In a 2017 study, researchers collected data from over 1,000 birds from two different species of Darwin’s finches: Geospiza fortis and G. fuliginosa.13 The birds were separated into two different groups that lived on Santa Cruz Island in the Galápagos, which had a significant human population. One of the finch populations was rural and ate food available in the wild. The others were urban and had adapted to eating human food. They found that urban G. fortis finches were larger in nearly all morphological measurements—including body size and beak shape—compared to rural G. fortis. This was likely due to increased food availability at the urban site.

However, the two different G. fuliginosa populations showed no significant morphological differences. Furthermore, they did not find any differences in the overall study based on DNA sequence data. In contrast, they did discover dramatic epigenetic differences between the urban and rural populations of both species based on DNA methylation analysis. Thus, the adaptations of the birds to two different food-source environments were largely determined by epigenetics—a built-in system of adaptation that has nothing to do with any hypothetical theory of mutation-selection.


Much of the scientific focus on Galápagos finches has been on the different shapes and sizes of their beaks, which are also connected to the broad range of behavioral adaptations exhibited for different food sources. Ground finches forage and exploit the soil and crevices in large rocks for seeds. Cactus finches penetrate and feed on cactus flowers and fruits with their sharp pointed beaks. Warbler finches forage leaves of trees and bushes for small arthropods. Woodpecker finches use small twigs as tools to extract insect larva from crevices in tree bark that they can’t reach. And sharp-beaked finches called vampire finches peck on the feather buds of large birds called boobies to drink their blood.

All of these different adaptations, however, have no fundamental basis in the mutation-selection paradigm of Darwinism. Instead, they are explained by built-in genetic variability and epigenetic control systems in the genome. These have their basis in the exquisite design and complex engineering of the all-wise, omnipotent Creator.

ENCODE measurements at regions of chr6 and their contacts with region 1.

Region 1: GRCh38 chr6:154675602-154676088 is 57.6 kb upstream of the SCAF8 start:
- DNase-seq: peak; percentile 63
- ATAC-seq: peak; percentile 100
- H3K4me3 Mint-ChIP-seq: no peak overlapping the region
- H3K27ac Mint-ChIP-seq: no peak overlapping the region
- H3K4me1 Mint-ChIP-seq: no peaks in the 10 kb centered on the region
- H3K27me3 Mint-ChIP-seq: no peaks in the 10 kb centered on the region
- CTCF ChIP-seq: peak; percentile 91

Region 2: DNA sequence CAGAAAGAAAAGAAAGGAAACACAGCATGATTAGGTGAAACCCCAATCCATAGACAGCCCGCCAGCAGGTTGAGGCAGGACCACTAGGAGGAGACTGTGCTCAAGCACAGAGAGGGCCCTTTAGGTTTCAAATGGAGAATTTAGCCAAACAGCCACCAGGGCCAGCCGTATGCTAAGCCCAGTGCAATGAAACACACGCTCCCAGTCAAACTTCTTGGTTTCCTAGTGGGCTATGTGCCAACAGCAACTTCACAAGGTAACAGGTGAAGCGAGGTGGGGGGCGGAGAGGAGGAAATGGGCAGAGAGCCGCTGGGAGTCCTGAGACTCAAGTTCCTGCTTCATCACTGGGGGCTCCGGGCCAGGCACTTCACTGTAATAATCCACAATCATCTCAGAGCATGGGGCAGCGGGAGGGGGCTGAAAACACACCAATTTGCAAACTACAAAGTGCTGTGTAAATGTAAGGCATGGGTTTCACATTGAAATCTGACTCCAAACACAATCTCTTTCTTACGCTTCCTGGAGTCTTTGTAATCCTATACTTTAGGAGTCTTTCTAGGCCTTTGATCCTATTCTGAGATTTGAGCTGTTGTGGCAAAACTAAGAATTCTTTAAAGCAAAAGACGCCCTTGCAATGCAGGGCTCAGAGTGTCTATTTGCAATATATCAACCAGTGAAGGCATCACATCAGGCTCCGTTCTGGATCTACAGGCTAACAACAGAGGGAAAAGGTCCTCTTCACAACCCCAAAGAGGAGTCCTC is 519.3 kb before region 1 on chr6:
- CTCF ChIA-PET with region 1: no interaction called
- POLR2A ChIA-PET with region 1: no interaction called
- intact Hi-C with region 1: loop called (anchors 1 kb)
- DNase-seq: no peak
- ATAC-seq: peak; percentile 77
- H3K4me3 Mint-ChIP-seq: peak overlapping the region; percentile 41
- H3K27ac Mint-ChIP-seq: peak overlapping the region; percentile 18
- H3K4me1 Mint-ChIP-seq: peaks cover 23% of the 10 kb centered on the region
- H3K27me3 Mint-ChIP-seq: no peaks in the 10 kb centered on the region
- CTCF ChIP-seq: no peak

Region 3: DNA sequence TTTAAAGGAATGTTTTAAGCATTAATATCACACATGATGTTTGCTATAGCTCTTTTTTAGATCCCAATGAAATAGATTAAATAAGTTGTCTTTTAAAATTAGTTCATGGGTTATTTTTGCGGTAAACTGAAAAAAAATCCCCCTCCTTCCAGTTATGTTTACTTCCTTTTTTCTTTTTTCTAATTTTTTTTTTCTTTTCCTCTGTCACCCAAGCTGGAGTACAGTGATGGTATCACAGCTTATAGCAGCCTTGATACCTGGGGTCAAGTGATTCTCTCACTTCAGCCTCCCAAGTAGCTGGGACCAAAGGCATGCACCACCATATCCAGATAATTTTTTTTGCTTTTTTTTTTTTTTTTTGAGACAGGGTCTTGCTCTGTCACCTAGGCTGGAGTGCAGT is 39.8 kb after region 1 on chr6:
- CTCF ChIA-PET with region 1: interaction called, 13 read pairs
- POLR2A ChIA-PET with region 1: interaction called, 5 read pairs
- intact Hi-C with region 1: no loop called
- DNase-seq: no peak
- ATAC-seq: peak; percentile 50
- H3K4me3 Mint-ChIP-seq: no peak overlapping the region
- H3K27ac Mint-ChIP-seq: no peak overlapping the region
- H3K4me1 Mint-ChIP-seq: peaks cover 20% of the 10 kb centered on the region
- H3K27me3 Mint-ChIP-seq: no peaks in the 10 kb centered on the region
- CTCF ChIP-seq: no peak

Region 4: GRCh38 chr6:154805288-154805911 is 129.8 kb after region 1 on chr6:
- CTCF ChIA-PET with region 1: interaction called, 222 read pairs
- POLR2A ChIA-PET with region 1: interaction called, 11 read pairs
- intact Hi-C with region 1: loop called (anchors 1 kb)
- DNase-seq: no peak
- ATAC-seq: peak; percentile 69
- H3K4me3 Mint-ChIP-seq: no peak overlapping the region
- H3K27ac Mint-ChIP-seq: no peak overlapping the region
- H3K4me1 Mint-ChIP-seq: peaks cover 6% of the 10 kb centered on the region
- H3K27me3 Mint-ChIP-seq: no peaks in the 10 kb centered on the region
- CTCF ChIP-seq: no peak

1. Grant, P. R. and B. R. Grant. 2005. Darwin’s Finches. Current Biology. 15 (16): R614, 3.
  2. Lack, D. L. 1947. Darwin’s Finches. New York, NY: Cambridge University Press.
  3. Grant, P. R. and B. R. Grant. 2014. 40 Years of Evolution: Darwin’s Finches on Daphne Major Island. Princeton, NJ: Princeton University Press.
  4. Grant, P. R. 1991. Natural Selection and Darwin’s Finches. Scientific American. 265 (4): 82–87.
  5. Ridley, M. 2004. Evolution. Malden, MA: Blackwell, 225.
  6. Rubin, C. J. et al. 2022. Rapid adaptive radiation of Darwin’s finches depends on ancestral genetic modules. Science Advances. 8 (27): eabm5982. DOI: 10.1126/sciadv.abm5982.
  7. Lamichhaney, S. et al. 2015. Evolution of Darwin’s Finches and Their Beaks Revealed by Genome Sequencing. Nature. 518 (7539): 371–375. DOI:
  8. Enbody, E. D. et al. 2023. Community-wide genome sequencing reveals 30 years of Darwin’s finch evolution. Science. 381 (6665). DOI: 10.1126/science.adf6218.
  9. Tomkins, J. P. 2023. Epigenetic Mechanisms: Adaptive Master Regulators of the Genome. Acts & Facts. 52 (7): 14–18.
  10. Liebl, A. L. et al. 2013. Patterns of DNA methylation throughout a range expansion of an introduced songbird. Integrative and Comparative Biology. 53 (2): 351–358.
  11. Mallarino, R. et al. 2012. Closely related bird species demonstrate flexibility between beak morphology and underlying developmental programs. Proceedings of the National Academy of Sciences. 109 (40): 16222–16227.
  12. Skinner, M. K. et al. 2014. Epigenetics and the Evolution of Darwin’s Finches. Genome Biology and Evolution. 6 (8): 1972–1989. DOI: 10.1093/gbe/evu158.
  13. McNew, S. M. et al. 2017. Epigenetic Variation Between Urban and Rural Populations of Darwin’s Finches. BMC Evolutionary Biology. 17: 183. DOI 10.1186/s12862-017-1025-9.

* Dr. Tomkins is a research scientist at the Institute for Creation Research and earned his Ph.D. in genetics from Clemson University.

Cite this article: Jeffrey P. Tomkins, Ph.D. 2024. Galápagos Finches: A Case Study in Evolution or Adaptive Engineering?. Acts & Facts. 53 (5).